Published on Mar 12, 2016
Proteomics is something new in the field of biotechnology. It is basically the study of the proteome, the collective body of proteins made y a person's cells and tissues. Since it is proteins, and to a much lesser extent, other types of biological molecules that are directly involved in both normal and diseaseassociated biochemical processes, a more complete understanding of the disease may be gained by directly looking at the proteins present within a diseased cell or tissue and this is achieved through the study of the proteome, Proteomics.
For, Proteomics, we need 2-D electrophoresis equipment ot separate the proteins, mass spectrometry to identify them and x-ray crystallography to know more of the structure and function of the proteins. These equipments are essential in the study of proteomics.
From The Genome To The Proteome
Genomics has provided a vast amount of information linking gene activity with disease. It is now recognized that gene sequence information and pattern of gene activity in a cell do not provide a complete and accurate profile of a protein's abundance or its final structure and state of activity. The day of spotlight of the human genome is now coming to an end. Researchers are now concentrating on the human proteome, the collective body of all the proteins made by a person's cells and tissues.
The genome- the full set of information in the body-contains only the recipes for making proteins; it is the proteins that constitute the bricks and mortar of cells and that do most of the work. Moreover it is the proteins that distinguish the various types of cells: although all cells have essentially the same genome, they can vary in which genes are active and thus in which proteins are made. Likewise diseased cells often produce proteins that healthy cells don't and vice versa. Proteome research permits the discovery of new protein markers for diagnostic purposes and of novel molecular targets for drug discovery.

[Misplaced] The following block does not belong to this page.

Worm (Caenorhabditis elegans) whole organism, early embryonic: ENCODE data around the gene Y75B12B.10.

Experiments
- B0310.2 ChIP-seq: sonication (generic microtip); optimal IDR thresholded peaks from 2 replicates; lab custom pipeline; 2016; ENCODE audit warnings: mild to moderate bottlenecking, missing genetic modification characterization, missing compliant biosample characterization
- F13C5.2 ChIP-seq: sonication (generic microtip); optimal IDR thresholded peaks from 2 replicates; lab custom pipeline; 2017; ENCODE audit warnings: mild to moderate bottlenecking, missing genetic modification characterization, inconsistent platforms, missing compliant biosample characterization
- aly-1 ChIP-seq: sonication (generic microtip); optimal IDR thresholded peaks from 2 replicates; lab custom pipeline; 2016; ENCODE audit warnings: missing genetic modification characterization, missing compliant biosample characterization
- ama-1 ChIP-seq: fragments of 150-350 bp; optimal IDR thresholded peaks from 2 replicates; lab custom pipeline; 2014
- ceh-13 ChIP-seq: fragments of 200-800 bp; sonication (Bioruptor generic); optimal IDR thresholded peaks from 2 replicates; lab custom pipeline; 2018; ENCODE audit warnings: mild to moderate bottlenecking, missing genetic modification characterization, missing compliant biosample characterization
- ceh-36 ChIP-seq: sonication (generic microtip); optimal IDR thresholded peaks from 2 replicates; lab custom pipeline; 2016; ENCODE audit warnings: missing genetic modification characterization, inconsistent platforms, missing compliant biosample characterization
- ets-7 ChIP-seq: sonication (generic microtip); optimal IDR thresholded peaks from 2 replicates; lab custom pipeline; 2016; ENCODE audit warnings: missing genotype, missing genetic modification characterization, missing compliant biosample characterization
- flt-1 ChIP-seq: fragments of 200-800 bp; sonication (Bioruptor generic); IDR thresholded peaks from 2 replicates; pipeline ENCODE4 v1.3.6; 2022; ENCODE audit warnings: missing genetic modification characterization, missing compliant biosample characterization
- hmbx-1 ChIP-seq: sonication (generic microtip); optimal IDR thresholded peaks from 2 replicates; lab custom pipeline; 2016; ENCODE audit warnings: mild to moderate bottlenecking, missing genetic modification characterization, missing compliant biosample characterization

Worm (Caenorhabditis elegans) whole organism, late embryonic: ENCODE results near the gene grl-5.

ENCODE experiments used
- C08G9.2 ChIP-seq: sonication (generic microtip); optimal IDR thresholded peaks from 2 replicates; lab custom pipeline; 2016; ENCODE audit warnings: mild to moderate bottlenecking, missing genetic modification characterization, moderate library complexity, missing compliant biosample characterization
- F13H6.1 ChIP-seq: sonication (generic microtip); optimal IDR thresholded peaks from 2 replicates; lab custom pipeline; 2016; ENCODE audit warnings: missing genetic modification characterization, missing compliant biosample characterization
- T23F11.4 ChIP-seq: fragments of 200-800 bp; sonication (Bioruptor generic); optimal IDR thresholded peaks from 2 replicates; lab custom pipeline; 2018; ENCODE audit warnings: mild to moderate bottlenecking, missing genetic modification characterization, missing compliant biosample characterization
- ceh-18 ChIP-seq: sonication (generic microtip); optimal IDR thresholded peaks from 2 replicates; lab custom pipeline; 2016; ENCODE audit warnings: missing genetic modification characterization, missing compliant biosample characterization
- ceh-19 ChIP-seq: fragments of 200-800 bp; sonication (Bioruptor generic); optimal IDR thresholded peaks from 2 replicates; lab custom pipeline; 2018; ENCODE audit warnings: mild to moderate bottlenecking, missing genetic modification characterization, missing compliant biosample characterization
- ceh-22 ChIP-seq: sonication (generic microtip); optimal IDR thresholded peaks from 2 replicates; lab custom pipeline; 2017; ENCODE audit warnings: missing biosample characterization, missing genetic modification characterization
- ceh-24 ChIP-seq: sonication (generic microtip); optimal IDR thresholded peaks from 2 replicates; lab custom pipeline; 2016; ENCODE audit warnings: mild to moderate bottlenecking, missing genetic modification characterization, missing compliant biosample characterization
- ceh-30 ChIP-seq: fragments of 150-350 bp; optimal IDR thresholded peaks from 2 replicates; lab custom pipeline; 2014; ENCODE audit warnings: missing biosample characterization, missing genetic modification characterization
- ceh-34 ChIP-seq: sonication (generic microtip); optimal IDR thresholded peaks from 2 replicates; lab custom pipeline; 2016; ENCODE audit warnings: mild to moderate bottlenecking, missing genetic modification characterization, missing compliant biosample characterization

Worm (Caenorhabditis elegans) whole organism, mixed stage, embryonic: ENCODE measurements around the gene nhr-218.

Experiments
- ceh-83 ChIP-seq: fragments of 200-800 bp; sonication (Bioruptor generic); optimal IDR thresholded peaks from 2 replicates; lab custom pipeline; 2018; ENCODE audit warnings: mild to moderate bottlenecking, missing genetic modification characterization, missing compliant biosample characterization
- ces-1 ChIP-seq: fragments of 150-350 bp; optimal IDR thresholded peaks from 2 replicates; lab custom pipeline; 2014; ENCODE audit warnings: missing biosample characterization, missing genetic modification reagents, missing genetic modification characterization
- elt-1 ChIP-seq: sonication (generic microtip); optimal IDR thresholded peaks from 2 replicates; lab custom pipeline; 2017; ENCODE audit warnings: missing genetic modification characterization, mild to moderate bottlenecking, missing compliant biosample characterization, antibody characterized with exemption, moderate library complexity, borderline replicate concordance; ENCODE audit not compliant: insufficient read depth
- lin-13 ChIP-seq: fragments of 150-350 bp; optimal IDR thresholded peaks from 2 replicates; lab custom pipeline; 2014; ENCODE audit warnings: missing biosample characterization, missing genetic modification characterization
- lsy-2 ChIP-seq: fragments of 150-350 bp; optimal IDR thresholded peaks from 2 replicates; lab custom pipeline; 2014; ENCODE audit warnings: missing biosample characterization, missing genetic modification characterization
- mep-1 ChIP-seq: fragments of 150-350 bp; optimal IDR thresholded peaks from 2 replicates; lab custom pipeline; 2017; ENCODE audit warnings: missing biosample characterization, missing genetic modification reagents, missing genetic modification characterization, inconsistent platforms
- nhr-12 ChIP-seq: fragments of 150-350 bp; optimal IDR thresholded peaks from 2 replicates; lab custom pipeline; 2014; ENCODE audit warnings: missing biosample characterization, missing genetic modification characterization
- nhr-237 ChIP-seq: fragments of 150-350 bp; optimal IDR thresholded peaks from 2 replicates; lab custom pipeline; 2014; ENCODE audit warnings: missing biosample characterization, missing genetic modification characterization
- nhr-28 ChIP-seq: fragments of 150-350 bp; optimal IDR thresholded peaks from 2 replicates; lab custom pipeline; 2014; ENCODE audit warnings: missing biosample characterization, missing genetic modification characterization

All living things contain proteins. The structure of a cell is largely built of proteins. Proteins are complex, three-dimensional substances composed of one or more long, folded polypeptide chains. These chains, in turn, consist of small chemical units called amino acids. There are twenty kinds of amino acids involved in protein production, and any number of them may be linked in any order to form the polypeptide chain. The order of the amino acids in the polypeptide chain is decided by the information contained in DNA structure of the cell's genes.
Following this translation, most proteins are chemically changed through post-translation modification (PTM), mainly through the addition of carbohydrate and phosphate groups. Such modification plays an important role in modulating the function of many proteins but the genes do not code it. As a consequence, the information from a single gene can encode as many as fifty different protein species. It is clear that genomic information often does not provide an accurate profile of protein abundance, structure and activity.
PROTEOMICS: A DESCRIPTION OF THE METHODOLOGY
The exact definition of proteomics varies depending on whom you ask, but most of the scientists agree that it can be broken into three main activities: identifying all the proteins made in a given cell, tissue or organism; determining how these proteins join forces to form networks akin to electrical circuits; and outlining the precise three-dimensional structure of the proteins in an effort to find their Achilles’ heels-that is, where drugs might turn their activity on or off. Though the task seems straightforward, it is not as simple as it seems.